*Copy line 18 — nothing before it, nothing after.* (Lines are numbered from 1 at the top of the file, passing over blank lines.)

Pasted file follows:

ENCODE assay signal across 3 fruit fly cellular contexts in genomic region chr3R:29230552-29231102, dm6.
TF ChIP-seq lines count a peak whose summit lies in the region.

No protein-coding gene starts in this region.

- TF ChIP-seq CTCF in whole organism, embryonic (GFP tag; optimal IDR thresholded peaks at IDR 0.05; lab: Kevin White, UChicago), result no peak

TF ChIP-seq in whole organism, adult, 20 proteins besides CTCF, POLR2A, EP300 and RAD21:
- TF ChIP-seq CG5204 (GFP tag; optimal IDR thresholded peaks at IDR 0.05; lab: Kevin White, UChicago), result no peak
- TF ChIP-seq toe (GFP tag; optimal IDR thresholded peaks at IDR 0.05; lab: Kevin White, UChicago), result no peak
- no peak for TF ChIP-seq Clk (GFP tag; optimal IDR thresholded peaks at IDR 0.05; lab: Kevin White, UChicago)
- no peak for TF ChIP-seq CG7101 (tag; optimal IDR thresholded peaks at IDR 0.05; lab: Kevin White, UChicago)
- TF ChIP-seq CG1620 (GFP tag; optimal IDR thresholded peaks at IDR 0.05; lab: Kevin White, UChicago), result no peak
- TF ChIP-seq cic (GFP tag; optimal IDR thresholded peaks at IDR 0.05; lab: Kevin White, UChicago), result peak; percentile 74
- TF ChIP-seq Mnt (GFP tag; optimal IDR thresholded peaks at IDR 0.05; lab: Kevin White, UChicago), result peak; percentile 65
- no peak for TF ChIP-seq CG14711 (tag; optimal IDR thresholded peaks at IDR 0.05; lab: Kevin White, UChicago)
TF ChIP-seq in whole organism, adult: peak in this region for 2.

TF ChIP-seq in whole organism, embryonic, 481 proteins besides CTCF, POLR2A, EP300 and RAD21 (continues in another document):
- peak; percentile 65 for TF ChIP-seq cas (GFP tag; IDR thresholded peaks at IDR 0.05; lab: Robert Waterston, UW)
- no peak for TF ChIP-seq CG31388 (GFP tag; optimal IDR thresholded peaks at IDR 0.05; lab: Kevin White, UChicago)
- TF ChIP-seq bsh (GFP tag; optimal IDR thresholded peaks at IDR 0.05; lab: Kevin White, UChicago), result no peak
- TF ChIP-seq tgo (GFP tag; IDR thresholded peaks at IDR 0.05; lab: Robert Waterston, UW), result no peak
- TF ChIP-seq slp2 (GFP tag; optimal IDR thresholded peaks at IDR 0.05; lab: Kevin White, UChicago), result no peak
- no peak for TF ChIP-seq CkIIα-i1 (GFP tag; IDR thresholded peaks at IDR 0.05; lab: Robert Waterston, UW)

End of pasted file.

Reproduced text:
- TF ChIP-seq bsh (GFP tag; optimal IDR thresholded peaks at IDR 0.05; lab: Kevin White, UChicago), result no peak